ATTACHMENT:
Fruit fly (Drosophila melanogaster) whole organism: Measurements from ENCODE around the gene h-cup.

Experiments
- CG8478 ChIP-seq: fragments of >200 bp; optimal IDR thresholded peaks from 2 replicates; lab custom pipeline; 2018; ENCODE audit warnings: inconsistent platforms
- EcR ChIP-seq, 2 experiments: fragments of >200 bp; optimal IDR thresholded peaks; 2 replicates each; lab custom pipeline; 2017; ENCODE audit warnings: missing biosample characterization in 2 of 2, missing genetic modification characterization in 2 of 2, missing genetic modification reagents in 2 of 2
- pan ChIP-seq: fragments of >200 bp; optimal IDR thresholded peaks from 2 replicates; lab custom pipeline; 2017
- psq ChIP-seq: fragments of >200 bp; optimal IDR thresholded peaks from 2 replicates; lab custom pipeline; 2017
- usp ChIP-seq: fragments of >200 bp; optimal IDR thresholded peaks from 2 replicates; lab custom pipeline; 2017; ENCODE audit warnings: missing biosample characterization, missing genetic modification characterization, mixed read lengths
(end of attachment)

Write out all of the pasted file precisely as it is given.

Fruit fly (Drosophila melanogaster) whole organism: Measurements from ENCODE around the gene h-cup.

Experiments
- CG8478 ChIP-seq: fragments of >200 bp; optimal IDR thresholded peaks from 2 replicates; lab custom pipeline; 2018; ENCODE audit warnings: inconsistent platforms
- EcR ChIP-seq, 2 experiments: fragments of >200 bp; optimal IDR thresholded peaks; 2 replicates each; lab custom pipeline; 2017; ENCODE audit warnings: missing biosample characterization in 2 of 2, missing genetic modification characterization in 2 of 2, missing genetic modification reagents in 2 of 2
- pan ChIP-seq: fragments of >200 bp; optimal IDR thresholded peaks from 2 replicates; lab custom pipeline; 2017
- psq ChIP-seq: fragments of >200 bp; optimal IDR thresholded peaks from 2 replicates; lab custom pipeline; 2017
- usp ChIP-seq: fragments of >200 bp; optimal IDR thresholded peaks from 2 replicates; lab custom pipeline; 2017; ENCODE audit warnings: missing biosample characterization, missing genetic modification characterization, mixed read lengths